The next week after reading some very good reviews on it, i went back and purchased one. So i have been wearing it in and i like it very much. Ideal for what i want for this trip.
 The Boreas is not a jacket, it is not waterproof and has no DWR finish. However that can be resolved somewhat with a washing in Nikwax. (To be reviewed later).
Rab market this as a Mid Layer for both warm and cold conditions and has good sun block qualities and good wind resistance.

  I think, conditions depending of course, that you could wear this in all 3 guises, base layer, mid or outer as it breathes very well even directly next to the skin.

  The top is lightweight at 250gr for this medium size.
It’s very stretchy, 86% Polyamide and 14% Spandex. It has a Lycra feel.
The cut is generous rather than athletic.

  The arm length is longer than std and ideal for the walker/climber or visa versa where quite a bit of stretching is called for. It’s also easy to roll the sleeves up with the material being so stretchy. It doesn’t have thumb loops.

  The 2 zips are YKK, the main central zip being a good length for ventilation and the other closing a small chest pocket. There is no depth to this pocket but width wise it is reasonable, going across to the sleeve seam. The top will pack away into this pocket when not needed.
All the seams are flatlock.

 The hood is close fitting low profile with the zip coming well up the chin. Surrounding the collar area is a soft fleecy material that feels really nice when it’s fully zipped up.

  The tail length is slightly longer, so it should stay in place when worn with a hip belt or harness.

  So far i am very pleased with it, it has become my must wear item this last couple of weeks. I am certainly going to enjoy it in the warmer climate down under.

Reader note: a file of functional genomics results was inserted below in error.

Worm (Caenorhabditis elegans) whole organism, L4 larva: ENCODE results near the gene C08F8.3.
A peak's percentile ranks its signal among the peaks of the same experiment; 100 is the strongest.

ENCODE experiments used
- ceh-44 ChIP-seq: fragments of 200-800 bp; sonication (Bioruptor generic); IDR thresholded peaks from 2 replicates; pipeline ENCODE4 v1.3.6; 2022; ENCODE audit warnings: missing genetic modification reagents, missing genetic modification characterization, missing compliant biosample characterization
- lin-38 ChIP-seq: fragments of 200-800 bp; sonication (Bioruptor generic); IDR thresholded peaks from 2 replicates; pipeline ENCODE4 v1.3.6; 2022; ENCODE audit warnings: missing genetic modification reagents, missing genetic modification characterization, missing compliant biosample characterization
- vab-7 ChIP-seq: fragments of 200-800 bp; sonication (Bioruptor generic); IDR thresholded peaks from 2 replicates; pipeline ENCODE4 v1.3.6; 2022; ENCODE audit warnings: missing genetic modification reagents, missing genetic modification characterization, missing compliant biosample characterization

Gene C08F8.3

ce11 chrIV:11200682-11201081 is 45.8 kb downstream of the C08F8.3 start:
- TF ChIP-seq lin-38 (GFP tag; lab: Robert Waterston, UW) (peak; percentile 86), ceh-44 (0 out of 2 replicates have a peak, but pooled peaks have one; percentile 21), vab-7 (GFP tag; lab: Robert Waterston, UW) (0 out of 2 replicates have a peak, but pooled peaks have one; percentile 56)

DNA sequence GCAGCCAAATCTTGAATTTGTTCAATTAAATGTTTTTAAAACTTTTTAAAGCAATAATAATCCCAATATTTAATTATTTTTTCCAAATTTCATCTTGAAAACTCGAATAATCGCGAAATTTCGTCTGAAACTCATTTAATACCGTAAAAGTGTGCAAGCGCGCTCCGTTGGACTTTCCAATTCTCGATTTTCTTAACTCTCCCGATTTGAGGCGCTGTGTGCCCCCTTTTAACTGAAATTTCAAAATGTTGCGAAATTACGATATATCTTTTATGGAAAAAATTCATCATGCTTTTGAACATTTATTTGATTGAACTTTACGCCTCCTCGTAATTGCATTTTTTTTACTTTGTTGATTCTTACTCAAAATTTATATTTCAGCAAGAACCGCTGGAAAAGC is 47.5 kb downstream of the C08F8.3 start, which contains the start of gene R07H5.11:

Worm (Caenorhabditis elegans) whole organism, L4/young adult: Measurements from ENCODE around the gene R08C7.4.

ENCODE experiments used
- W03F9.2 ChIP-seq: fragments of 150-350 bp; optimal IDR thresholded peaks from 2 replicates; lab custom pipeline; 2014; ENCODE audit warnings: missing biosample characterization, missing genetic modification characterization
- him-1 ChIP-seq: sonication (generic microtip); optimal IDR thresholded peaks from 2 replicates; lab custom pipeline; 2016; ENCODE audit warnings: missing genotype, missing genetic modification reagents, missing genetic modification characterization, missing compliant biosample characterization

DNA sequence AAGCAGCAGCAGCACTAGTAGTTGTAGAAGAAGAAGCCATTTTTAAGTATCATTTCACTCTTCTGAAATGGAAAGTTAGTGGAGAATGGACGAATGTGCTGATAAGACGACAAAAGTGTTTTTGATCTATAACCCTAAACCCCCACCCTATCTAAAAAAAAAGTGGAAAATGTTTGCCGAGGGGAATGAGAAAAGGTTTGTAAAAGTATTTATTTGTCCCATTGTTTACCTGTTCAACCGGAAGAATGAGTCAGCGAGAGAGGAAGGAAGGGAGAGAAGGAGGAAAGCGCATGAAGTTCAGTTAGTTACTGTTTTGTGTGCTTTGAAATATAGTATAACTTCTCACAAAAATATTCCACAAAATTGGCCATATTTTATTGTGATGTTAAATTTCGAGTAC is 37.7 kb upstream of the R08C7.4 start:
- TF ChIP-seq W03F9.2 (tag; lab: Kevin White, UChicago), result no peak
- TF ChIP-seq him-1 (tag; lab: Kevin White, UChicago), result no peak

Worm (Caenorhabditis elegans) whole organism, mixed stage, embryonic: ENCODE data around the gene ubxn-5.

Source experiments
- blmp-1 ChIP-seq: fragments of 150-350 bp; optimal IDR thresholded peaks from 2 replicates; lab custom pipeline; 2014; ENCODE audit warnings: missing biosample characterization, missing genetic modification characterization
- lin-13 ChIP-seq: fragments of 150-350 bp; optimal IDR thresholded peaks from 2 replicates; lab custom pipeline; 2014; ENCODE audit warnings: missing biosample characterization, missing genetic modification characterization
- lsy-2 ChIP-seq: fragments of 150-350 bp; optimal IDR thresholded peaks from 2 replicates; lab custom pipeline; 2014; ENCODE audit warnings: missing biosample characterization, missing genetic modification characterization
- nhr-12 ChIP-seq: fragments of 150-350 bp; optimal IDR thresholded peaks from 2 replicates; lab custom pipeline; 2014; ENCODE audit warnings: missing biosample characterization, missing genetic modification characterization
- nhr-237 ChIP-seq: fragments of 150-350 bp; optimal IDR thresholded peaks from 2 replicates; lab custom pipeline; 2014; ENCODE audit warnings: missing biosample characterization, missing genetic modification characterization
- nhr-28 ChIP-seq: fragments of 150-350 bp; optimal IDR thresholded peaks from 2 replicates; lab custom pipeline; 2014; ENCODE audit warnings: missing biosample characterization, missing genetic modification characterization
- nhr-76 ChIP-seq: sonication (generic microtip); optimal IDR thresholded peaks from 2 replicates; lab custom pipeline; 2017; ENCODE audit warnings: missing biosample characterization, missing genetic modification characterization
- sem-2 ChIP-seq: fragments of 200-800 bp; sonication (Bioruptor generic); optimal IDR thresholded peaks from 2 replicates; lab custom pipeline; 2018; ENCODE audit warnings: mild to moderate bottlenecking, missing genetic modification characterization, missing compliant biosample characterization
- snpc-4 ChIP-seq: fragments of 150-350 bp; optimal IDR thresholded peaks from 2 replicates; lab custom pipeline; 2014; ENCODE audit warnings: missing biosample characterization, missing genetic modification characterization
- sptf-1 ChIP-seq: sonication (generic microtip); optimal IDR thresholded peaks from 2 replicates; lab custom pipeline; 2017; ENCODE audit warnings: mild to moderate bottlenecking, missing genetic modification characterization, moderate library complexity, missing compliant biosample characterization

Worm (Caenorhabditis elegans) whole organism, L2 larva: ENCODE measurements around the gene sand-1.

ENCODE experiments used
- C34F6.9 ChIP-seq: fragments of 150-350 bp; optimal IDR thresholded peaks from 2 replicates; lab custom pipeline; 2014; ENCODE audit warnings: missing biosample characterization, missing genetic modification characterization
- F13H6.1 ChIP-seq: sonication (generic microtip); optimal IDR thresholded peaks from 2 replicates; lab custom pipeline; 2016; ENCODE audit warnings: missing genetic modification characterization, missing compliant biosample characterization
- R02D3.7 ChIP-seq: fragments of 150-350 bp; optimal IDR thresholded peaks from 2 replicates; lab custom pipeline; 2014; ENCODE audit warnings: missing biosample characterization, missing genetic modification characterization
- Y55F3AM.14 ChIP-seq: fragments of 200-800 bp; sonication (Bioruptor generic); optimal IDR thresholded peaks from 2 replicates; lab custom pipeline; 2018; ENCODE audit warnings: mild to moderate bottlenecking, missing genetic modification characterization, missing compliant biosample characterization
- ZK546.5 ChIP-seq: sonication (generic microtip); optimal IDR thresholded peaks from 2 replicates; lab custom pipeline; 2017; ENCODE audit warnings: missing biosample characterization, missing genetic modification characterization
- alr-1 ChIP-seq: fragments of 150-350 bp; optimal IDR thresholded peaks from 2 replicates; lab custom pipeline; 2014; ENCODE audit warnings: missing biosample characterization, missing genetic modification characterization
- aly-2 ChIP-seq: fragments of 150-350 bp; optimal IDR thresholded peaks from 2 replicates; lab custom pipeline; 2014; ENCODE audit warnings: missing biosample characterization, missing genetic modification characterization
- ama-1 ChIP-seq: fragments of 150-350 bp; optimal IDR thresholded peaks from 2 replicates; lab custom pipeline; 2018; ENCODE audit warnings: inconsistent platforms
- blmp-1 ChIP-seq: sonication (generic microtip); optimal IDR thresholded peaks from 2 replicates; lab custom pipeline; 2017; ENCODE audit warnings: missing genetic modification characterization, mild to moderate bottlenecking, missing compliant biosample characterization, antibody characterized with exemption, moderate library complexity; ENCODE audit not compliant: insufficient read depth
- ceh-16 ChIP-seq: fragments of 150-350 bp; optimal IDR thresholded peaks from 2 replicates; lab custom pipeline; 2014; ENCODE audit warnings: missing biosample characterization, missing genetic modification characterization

To complement this top i purchased a pair of Rohan Fuzion trousers. 100% Polyamide. 385gr weight and only 3 hours drying time. I have not had time to do a first review as yet. (To come later).

Saturday, December 17, 2011

Order of the boot.

I was in Rohan this morning buying a pair of trousers. I had initially gone in to buy a pair of Rohan Bags but i couldn’t find a pair to fit. My athletic physique is obviously different to the Rohan man of the 1970’s.
 I also wanted to have a look at the Striders and the Trailblazers as well, and then make my choice. I actually settled for a pair of Fusion after trying on about 10 different pairs. 

But what caught my eye was these Lapka boots. Rohan’s own with Barricade waterproof liner. £125 a pair.

They caught my eye because i had only recently been looking at a pair of Brasher Lithium GTX, also funnily enough £125 as below.

Now it may be a co-incidence or my poor eyesight but don’t those 2 boots above look very similar apart from a bit of colour.
So do i take it from this then that Rohan’s Barricade is actually Gore-Tex GTX? (XCR)
I can’t imagine doing a badging exercise would change the internals of the boot. But i could be wrong obviously.

So now that it looks to me that Rohan boots are actually Brasher’s i thought i would see what prices i could find. Well i was staggered to say the least. At Farlows above they are a 5p off  £160.

At Field and Trek and also Sports Direct, which are one and the same company now, you can get them for £65

Or £59.99 at Pack your Bags including free delivery! Wow.